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It’s the culinary buzzword (or phrase), and going clean and green is all the rage. We bring you to a gem in the Yamagata Prefecture in Tohoku Region – one that takes great strides in producing organic crops, and designing a well-loved seasonal menu around them, despite the odds.
I took a double take when I heard we were going to visit the dadachamame farm. Dada what?
So dadachamame is a kind of edamame or young soya beans, or some may say, ‘king of edamame’. The regular edamame has three pods, while the dadachamame has only two. Popularised about a decade ago, dadachamame is fragrant and can dramatically increase the umami flavour in dishes. I was told the stories of how the name could have come about and they are adorable! One version tells of how the Lord of Shonai in the Edo period uttered, “These delicious beans, which daddy produced them?” And hence the name, dadacha. Another local version describes how it was the father of the family, also known as dadacha in the local dialect (thought not deemed a polite term), who first tasted the beans, giving rise to this name.
After a three-hour journey by car to Yamagata Prefecture, Tsuruoka City, we were introduced to 34-year-old Onodera Norimasa, owner of the dadachamame farm, and also chef of the restaurant Naa on the farm premise. I’m abashed to say we swooned a little when we met him! He looks like the actor Sorimachi Takashi, doesn’t he?
Norimasa’s family is one of the first few to establish organic farming, and till today, remains one of the 3 in over 200 farmers in the community to practise organic farming. He grows 12 kinds of edamame, including dadachamame. On average, the crops take 90 days to grow and five days to harvest. Every day, he harvests some 300kg of beans, gathering about 7.5 tonnes for the season.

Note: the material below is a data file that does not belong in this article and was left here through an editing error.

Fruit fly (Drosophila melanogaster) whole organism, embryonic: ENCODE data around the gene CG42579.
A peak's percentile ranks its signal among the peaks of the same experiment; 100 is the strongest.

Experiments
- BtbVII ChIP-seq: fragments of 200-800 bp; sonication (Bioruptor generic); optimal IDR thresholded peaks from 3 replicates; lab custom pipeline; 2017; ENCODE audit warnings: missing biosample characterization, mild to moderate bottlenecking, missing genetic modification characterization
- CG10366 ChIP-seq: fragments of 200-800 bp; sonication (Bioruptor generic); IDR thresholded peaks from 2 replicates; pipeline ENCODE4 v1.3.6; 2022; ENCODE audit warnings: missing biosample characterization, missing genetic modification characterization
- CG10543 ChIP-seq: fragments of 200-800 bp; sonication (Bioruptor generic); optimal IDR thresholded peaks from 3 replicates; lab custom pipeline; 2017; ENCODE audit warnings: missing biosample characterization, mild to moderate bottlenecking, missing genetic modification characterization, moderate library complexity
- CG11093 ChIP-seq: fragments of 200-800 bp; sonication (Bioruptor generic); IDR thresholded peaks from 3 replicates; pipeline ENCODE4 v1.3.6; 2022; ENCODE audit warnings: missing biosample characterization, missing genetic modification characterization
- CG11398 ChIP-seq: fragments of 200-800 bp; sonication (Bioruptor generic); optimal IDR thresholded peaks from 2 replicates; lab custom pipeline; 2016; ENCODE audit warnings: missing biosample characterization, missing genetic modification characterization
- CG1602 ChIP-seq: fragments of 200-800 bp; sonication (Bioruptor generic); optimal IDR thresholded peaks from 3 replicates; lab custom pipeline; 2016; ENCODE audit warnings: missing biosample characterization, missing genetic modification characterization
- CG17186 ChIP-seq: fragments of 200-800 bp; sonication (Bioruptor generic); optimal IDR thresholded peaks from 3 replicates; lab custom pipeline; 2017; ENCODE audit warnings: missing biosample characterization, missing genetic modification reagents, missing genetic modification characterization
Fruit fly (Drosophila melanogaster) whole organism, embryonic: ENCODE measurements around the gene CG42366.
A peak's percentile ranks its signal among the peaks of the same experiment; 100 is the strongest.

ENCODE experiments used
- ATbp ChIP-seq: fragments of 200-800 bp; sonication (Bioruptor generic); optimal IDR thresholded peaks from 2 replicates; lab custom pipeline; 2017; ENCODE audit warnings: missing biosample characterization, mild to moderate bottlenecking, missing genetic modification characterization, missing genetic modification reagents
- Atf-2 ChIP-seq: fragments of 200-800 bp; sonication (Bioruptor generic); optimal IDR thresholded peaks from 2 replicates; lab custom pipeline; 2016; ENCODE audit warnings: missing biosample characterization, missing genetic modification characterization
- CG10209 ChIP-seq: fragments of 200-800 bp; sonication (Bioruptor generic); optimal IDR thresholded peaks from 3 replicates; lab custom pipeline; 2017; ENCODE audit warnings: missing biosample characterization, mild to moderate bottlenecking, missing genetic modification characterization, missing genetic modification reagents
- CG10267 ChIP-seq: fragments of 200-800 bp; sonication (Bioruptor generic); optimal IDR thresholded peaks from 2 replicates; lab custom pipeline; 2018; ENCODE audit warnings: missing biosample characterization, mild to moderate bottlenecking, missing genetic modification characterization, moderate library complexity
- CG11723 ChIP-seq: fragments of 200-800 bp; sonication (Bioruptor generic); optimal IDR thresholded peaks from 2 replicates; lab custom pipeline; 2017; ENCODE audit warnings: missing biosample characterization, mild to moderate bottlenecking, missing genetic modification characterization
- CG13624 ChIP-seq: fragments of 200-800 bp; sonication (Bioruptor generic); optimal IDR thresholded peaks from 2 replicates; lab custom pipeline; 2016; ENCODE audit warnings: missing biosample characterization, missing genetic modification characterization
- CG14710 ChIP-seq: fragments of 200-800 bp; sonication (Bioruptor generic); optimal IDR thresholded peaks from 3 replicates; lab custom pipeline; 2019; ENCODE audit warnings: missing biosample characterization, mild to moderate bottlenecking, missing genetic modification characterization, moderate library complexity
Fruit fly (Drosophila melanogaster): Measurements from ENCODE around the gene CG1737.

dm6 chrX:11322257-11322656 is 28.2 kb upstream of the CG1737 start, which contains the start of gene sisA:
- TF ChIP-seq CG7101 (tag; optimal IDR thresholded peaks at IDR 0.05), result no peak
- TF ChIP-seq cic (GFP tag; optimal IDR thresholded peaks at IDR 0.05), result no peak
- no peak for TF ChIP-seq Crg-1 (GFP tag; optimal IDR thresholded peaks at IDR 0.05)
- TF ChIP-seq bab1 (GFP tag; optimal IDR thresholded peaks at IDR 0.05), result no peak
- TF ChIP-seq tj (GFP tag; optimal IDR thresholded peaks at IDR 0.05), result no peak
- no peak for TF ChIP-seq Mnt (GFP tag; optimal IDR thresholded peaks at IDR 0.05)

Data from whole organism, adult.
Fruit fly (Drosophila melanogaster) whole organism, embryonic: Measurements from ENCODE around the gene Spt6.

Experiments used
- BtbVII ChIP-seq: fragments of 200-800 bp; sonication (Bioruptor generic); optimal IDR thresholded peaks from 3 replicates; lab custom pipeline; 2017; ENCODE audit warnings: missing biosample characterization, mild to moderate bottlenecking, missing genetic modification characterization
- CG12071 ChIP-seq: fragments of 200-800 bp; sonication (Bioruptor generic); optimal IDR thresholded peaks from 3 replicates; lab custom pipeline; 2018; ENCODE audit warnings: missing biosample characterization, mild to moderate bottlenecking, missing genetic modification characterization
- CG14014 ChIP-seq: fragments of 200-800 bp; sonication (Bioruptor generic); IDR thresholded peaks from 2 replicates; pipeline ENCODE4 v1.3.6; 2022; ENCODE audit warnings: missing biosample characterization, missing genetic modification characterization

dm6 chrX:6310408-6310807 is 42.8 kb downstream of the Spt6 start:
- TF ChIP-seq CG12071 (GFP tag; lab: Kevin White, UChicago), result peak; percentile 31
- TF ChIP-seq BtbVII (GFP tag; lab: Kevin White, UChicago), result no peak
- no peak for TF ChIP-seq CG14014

Unlike many of the traditional Japanese farms and family businesses that are struggling with continuity in light of modernity, this farm has seen an unprecedented rejuvenation when Norimasa decided to take it over from his aging parents. He used to work for a big steel company in Yokohama, but when his mother fell ill three years ago, he returned to his hometown to learn the ropes of farming. There were plans by the family to close down the restaurant, but again, the sense of nostalgia led Norimasa to learn culinary skills from his mother.
Today, the restaurant Naa enjoys a year-round popularity who have come to savour the menu designed around the seasons, with the famed dadachamame, organic goodness and a farm-to-table experience.
According to the lanky, well-mannered Norimasa, while dadachame has seen an increased demand due to its nutritional value and taste, it doesn’t keep well and rots within a day. Hence today, the beans are sent to Tokyo and other regions in the form of cold chain delivery. He also sells his vegetables direct to customers who mail orders with him.
The success of the farm and restaurant is fueled by passion for food, driven by a love for his mother and her cooking. It touched me deeply when he shared that on hindsight, it was a good thing that he wasn’t professionally trained in the kitchen. All his recipes were developed from memory of the tastes of his mother’s cooking. No pesticides despite the challenges of keeping the crops well, since “we are what we eat”, he stressed with a strong conviction. Let the fresh ingredients shine. Let nostalgia be the seasoning of the food.
Read more on SouperChef Anna’s travel to Japan on our e-magazine. Download Here.